grayIndie has been a greatly disputed term for quite some time. With changes in music production and frequent misuse of the word, it’s not much of a surprise. For some, though, indie remains a straightforward word with a clear definition regardless of what others say or think. For others, myself included, it may be a tad more difficult.

Instead of being dogmatic, let’s appreciate that trying to define the term is a direct result of interest in the artists who comprise the category. If you’re reading this now, you must be interested in indie music, be it new, passing, or invested, and that’s the important part of this. Here are your choices for the top indie releases of the year and the extra attention they merit.

Everyone’s unsurprising favorite is the impossible-to-hate Nell. The four-person progressive rock outfit may no longer be indie in the strictest of definitions — they’re currently under Woolim Label — but we can’t deny their roots. This is also why they’ve been planted firmly in the indie category for so long despite their longstanding popularity. Your favorite was none other than “Ocean of Light,” the leading single off their last mini-album Escaping Gravity.


With such a catchy, synth-driven hook, and fantastic musical construction throughout the track, the recognition is well-deserved. Paired with the stunning visual representations of the lyrics in the music video, “Ocean of Light” is a beautiful song with so much detail in its composition. The different elements of each instrument come together in a complex but perfectly executed track. It has the mainstream appeal of a typical single without losing the experimental sound signature to the group.

While it was not my immediate favorite off the album, I cannot deny the exercise that this song has had in my playlist. As much as I love that great hook, what really pulls me in every time is the drums. They hold the pulse of the song, building and exploding in sync with each layer, punctuating the lyrical emotion perfectly.

With similar longevity to Nell comes your second pick: Jaurim. Also consisting of four members, the influential alternative rock group has been around since 1997 and is well-known for their intricate compositions and arrangements, as well as the vocal abilities of lead singer Kim Yoon-ah. The band released their full-length album Goodbye, Grief. in October of this year, and you found “Icarus,” its promotional single, as phenomenal as I did.


Overflowing with rich symbolism, “Icarus” rightfully merits its position in the top releases of the year. Taking its cues from the myth of Icarus, it provides a melodically powerful reminder of Jaurim’s immense talent as a unit. From the desperation in Yoon-ah’s voice to the mirage created by the electric guitar, everything works together wonderfully. Then, they had to go and take that rich foundation even further with the sumptuous display of hopeless strength in the music video.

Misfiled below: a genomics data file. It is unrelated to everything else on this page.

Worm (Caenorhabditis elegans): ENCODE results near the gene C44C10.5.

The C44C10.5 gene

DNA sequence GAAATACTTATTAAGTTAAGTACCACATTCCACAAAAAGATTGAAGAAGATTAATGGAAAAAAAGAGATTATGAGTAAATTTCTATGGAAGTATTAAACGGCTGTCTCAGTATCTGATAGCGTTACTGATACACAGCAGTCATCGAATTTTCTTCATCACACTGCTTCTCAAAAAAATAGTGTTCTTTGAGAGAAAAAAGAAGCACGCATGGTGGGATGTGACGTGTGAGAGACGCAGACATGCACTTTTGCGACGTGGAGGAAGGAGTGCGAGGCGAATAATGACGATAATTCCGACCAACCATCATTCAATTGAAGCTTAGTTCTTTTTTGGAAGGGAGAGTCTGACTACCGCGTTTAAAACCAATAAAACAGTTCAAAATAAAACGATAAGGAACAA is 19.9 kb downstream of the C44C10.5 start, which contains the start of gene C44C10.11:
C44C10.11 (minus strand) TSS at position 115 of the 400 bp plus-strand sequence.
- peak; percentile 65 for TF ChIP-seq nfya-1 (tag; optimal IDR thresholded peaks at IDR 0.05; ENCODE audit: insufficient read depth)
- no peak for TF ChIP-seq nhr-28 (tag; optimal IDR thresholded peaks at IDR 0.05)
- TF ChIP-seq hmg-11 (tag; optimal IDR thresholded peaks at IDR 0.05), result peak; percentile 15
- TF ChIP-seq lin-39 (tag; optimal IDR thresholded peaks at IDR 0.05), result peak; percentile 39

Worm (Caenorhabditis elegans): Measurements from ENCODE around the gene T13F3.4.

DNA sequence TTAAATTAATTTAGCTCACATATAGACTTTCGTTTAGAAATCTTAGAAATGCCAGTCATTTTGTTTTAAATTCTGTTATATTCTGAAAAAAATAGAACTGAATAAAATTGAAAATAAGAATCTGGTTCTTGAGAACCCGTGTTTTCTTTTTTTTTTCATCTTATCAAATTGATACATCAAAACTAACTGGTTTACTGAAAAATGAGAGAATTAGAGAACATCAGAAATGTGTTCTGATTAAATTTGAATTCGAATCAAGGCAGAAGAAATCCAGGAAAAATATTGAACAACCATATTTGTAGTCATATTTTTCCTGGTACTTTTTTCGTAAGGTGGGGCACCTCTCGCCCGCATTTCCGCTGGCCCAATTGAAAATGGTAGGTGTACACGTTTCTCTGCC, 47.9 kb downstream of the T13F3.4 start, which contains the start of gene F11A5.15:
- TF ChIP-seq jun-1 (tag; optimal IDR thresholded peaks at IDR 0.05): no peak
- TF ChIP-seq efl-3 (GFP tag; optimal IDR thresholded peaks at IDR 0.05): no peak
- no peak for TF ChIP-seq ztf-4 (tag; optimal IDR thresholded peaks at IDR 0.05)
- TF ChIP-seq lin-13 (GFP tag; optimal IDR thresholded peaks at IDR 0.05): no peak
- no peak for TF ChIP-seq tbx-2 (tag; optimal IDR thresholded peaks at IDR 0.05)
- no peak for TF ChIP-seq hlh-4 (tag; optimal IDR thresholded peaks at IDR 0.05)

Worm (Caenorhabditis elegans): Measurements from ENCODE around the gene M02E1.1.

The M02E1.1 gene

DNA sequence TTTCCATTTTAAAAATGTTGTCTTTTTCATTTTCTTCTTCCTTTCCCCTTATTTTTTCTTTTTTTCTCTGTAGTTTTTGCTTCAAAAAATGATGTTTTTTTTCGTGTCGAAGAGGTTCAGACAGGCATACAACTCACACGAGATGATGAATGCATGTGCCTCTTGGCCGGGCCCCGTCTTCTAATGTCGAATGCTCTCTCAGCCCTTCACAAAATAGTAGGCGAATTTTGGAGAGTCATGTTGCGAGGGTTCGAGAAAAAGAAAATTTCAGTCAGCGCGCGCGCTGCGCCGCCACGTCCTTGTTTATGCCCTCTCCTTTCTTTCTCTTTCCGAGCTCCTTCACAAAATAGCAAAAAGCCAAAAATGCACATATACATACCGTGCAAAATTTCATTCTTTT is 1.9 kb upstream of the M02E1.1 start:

Opposite these two heavyweights we have Gray. Debuting just a few months ago, he comes to us as the first artist out of Jay Park‘s new independent hip-hop and R&B label AOMG (or Above Ordinary Music Group). Despite his recent debut, Gray isn’t exactly new, as he’s worked behind the scenes as an underground producer and composer with his music crew VVD for quite some time. His debut track “Dangerous,” the leading track off his maxi-single Call Me Gray, may have gone unnoticed but not because it didn’t deserve the attention. In fact, it’s quite the opposite.


Featuring Jay Park, the track is a smooth, retro-flavored song of hip-hop, melded with bits of R&B. Gray shows his strength as both a rapper and a singer, doing both with ease on the track. As a debut song, “Dangerous” seems to show just a sliver of the skill he has as an artist. Jay Park’s endorsement of Gray’s artistry is definitely well-founded.

While I agree wholeheartedly with every single choice, I have to add Glen Check and my favorite track off their latest album Youth! “I’ve Got This Feeling.” Labelmates of Jaurim over at Soundholic Entertainment, the duo is made up of singer and guitar player Kim Joon-won and bassist and synth player Kang Hyuk-joon. Their music is experimental electro-dance-pop, and I love the ’80s new wave vibe in all of their songs. It’s fun, light and different, making for another facet to the indie category.


(Woolim Label, Soundholic Entertainment, AOMG, YouTube [1][2][3][4])